Office buildings and residential properties have traditionally far outshone welfare properties. This approach is changing among far-sighted investors, however, because demographics and increasing professional and private mobility are prompting demand for inpatient nursing care to rise, as fewer and fewer families can provide home care.
“2017 was the third strongest year for Germany’s nursing-care-property market on record”, explained Dr. Jan Linsin, Head of Research at CBRE. While it is true that nursing-care properties accounted for only 1.8% of the overall volume of commercial property transactions, the number of individual transactions is indicative of above-average investment activity. Of this, a disproportionate 64% was attributable to foreign investors, who apparently appreciate the outlook for growth and the reliability of Germany’s nursing-care market.
Strong demand is putting pressure on initial net returns: according to CBRE, the initial net return on first-class nursing-care properties dropped from 6.25% at the end of 2015 to 5.5% at the close of 2016 and further to 5.0% at the end of 2017. There are simply not enough adequate assets: “Some operators are more interested in buying properties back than they are in entering into new sale-and-lease-back transactions. In addition, as Linsin explained, inadequate new construction is generating insufficient supply”.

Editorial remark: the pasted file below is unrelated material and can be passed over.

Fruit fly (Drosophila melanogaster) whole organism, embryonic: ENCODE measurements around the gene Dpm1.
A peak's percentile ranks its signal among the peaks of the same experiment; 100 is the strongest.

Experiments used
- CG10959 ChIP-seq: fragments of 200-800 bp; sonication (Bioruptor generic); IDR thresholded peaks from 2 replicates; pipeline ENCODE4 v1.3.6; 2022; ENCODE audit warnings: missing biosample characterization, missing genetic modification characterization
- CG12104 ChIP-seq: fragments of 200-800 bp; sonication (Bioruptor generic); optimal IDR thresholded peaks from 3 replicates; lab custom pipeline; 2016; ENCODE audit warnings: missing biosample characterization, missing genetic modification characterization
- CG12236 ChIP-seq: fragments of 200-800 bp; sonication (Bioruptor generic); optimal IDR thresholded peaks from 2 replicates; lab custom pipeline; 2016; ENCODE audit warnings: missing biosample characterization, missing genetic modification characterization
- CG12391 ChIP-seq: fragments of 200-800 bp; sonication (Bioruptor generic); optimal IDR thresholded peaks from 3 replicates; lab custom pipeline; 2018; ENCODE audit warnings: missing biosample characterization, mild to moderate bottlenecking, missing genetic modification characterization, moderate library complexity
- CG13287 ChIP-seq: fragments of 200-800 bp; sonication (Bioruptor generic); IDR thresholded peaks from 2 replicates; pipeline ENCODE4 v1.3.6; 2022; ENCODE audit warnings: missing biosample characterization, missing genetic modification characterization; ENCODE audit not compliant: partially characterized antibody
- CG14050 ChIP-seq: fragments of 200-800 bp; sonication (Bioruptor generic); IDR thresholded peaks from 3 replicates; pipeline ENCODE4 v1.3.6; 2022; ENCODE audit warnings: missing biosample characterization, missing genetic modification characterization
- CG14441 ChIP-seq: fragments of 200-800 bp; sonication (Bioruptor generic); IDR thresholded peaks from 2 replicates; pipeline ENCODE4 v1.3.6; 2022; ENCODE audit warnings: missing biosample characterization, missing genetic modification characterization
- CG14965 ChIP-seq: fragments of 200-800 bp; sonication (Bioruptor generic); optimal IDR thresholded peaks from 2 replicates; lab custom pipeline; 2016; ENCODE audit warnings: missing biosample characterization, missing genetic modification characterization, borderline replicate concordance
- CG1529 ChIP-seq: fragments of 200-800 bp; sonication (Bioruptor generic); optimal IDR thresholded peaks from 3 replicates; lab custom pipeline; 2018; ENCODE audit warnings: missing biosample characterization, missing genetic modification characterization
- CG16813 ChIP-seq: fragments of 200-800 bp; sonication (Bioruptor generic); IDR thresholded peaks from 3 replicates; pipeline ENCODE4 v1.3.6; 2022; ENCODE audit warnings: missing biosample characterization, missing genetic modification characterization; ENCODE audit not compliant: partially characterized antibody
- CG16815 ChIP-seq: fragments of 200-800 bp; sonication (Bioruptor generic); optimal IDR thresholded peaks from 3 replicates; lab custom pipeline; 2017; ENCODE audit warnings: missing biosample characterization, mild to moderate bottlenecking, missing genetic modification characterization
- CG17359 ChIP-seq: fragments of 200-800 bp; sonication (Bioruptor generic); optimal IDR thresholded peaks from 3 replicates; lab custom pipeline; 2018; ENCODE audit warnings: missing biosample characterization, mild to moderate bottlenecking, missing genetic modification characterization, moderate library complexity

Decisive factor: operator competence
How are such first-class properties different from the rest? Apart from the customary criteria of location (buyers prefer to acquire socially oriented properties in locations that cater to residents’ purchasing power, are close to centers and meet an existing demand) and structural quality, the deciding factor is operator competence. That is why acquisition profiles, such as those of Corpus Sireo and INP Holding, regularly call for reputable operators with many years of management experience. Long-term leases are a must because they make the envisioned advantage of investing in nursing-care properties possible: many years of stable cash flow.
Flexible design makes nursing-care properties future-proof
Complying with the relevant legal requirements of the particular state, for example regarding the relative number of single rooms, is absolutely imperative. Choosing a flexible architecture that offers options for adaptation assures the future of a nursing-care property. Linsin predicts, “The market for nursing-care facilities will continue to be highly dynamic in 2018 and beyond.”